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With New Eyes
By Else Maria Tennessen

I used to be Protestant. I am becoming Orthodox.

This is the end of a search that subconsciously began many years ago when I noticed that I was uneasy and unhappy when I attended church (first Methodist, then Presbyterian), even though I loved God deeply. My soul and heart kept asking, Is there more? More to worship, more to living the Christian life, more to God?

To me, worship felt more like a town meeting or an entertainment venue. 'Communion was served infrequently. God's holiness was less popular than socio-political agendas. There wasn't even quiet in the sanctuary-it was so loud all the time!-with folks talking and visiting instead of realizing where they were, in the Lord's house.

The spiritual and mystical aspects of God were not even mentioned-God had to be "figured out" and explained. Rational thought was more a god than God Himself. The Trinity was not mentioned too often-resulting in an uneven balance between God the Father, Jesus, and the Holy Spirit. It seemed to me like folks were picking and choosing what they wanted to believe and how they wanted to practice the faith.

More questions bubbled to the surface. Was this how it was in the ancient church, in the beginning? Is this what the Lord intended? For it certainly didn't square with Scripture in many ways.

The Apostles didn't have entertainments, giant TV screens, megachurches, numerous creeds and variety in practice. How did the church get from the church of Acts to where it was today? I still didn't know anything about Orthodoxy. I didn't even know I was asking about Orthodoxy. I didn't know where to turn for the answers, but God made a way. The Lord left a trail of breadcrumbs for me to follow, some Orthodox, and some not.

For example, during my search, I read a book about the mystical life of C. S. Lewis. So much of what he wrote about the "mysterious" resonated with me. But did anyone in church talk about God's mystery and the "numinous"? Of course not-it was "not rational" and couldn't be explained. Yet I felt the reality of it; that feeling that there is more than what we see; that there is something 'round the bend besides our present reality and what I was being told about God.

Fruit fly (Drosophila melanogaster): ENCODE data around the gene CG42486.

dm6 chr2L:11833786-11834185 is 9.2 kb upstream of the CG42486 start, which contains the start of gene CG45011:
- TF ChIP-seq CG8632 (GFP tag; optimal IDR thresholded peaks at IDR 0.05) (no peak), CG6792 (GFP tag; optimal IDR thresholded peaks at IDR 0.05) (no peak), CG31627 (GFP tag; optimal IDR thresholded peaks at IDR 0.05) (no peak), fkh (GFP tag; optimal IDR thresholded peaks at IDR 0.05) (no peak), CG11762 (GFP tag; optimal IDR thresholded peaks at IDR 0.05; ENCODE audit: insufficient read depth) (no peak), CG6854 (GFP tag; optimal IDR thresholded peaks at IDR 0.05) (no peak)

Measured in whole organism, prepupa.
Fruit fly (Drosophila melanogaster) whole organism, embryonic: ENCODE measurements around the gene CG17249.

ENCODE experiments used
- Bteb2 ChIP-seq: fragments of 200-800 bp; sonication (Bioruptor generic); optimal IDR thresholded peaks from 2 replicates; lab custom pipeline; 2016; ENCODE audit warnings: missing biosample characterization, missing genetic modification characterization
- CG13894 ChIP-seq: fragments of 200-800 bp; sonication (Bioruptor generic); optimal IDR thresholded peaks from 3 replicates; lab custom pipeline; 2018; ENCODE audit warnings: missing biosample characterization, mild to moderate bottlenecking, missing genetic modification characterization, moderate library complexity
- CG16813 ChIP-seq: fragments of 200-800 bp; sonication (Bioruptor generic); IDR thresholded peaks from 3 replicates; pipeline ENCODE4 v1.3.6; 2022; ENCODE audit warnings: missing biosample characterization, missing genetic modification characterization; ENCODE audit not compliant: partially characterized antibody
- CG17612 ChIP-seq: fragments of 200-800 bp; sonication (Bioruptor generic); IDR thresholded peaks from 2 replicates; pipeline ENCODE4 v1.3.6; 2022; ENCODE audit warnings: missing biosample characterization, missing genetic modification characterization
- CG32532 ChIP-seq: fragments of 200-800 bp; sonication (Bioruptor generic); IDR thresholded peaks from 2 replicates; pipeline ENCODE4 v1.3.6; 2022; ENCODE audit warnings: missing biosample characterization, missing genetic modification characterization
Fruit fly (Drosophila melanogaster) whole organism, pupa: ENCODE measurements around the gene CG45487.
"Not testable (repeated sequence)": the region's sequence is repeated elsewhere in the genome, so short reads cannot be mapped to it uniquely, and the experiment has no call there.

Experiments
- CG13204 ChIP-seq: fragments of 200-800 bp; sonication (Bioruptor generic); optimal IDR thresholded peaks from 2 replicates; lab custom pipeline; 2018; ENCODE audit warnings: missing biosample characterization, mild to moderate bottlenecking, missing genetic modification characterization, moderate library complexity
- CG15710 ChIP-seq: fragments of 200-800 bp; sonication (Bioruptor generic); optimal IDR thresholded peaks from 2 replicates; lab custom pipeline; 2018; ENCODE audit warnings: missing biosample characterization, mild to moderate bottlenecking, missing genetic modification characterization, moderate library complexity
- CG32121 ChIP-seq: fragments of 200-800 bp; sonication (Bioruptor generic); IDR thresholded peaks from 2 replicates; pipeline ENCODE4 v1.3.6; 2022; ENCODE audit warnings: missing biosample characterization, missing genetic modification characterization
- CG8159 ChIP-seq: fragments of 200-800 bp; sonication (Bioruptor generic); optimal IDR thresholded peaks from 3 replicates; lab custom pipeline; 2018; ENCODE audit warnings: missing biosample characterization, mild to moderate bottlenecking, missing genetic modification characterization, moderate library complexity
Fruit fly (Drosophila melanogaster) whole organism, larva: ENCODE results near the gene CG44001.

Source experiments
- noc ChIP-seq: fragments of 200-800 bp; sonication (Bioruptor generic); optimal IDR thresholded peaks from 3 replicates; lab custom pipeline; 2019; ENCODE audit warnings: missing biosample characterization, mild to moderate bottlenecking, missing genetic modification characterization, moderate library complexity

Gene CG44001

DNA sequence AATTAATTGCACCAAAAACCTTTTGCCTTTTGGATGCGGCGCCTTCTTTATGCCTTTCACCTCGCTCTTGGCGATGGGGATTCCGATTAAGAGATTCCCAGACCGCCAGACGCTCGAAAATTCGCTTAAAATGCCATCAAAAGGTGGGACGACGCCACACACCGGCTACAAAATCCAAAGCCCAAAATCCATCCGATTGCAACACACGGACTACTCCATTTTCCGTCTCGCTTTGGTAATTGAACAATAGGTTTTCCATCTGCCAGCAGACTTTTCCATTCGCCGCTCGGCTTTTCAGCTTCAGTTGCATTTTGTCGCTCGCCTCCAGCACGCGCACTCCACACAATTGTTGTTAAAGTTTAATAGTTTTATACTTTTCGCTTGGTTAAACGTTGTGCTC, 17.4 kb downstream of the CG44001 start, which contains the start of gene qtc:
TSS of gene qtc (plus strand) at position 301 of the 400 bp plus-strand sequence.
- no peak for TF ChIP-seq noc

I discovered Rublev's ikon of the Trinity. I started asking, Why did the artist create this ikon? What was the story behind it? The explanation, the mystery of it, was mind-boggling. I read an article where a woman (not even an Orthodox) derived comfort from contemplating an ikon. There was something ancient and meaningful here.

When I began reading church history, investigating the early church and going back to the beginning of things, I found out that much had been left out of what I was taught. In Protestant churches, history before the Reformation wasn't even talked about, so I knew nothing about it. Reading history, I discovered what the early church was about, its practices, its beliefs and the Apostolic succession. It seemed to me that God had clearly communicated what was required of us through His Son and the Apostles and church fathers.

Next, I saw an online article about a "call" back to the ancient Christian church, ironically authored by-Protestants! It briefly mentioned Eastern Orthodoxy as a place one could find some aspects of ancient Christianity. So I began reading about the Orthodox church.

And the light went on. I saw with new eyes.

Indeed, this was the ancient church, the first Church, the true Church. What had come through the Apostles was still alive. And one could still be a part of it. Orthodoxy believed what was handed down from the Lord: that communion is actually His Body and Blood, that there was ONE creed that everyone agreed on, that the church was Apostolic. That the Apostles didn't start out with the Bible; there was traditional teaching before the Scripture. I saw that Protestant reliance on sola scriptura led to an incomplete understanding of the faith, too prone to individual interpretation. That there was a real, liturgical way to worship God and that I could still do it. That "being saved" meant actually doing something and living a certain way. That the Church is us, not an institution. Most of all, I didn't have to figure out everything about God. He was Mystery and that was okay. I read some books by Orthodox writers: Peter Gilquist, Frederica Mathewes-Green and Timothy Ware. I knew in my heart that it was Orthodoxy was completely true.

In January of this year, I attended my first Divine Liturgy here at St. Luke the Evangelist. And I felt God's Holiness and His Majesty. I felt in the midst of the Sacred. It was a relief to let God be God. The rest, as they say, will be history. I'm sure God smiled at all my realizations. Praise Him for His endless patience and mercy in bringing me-HOME.

(Author's note: I will be chrismated October 28, 2007. Praise Him! If you are interested in learning more about Protestantism so you can be a witness to your friends, neighbors and coworkers, I would be delighted to talk to you.)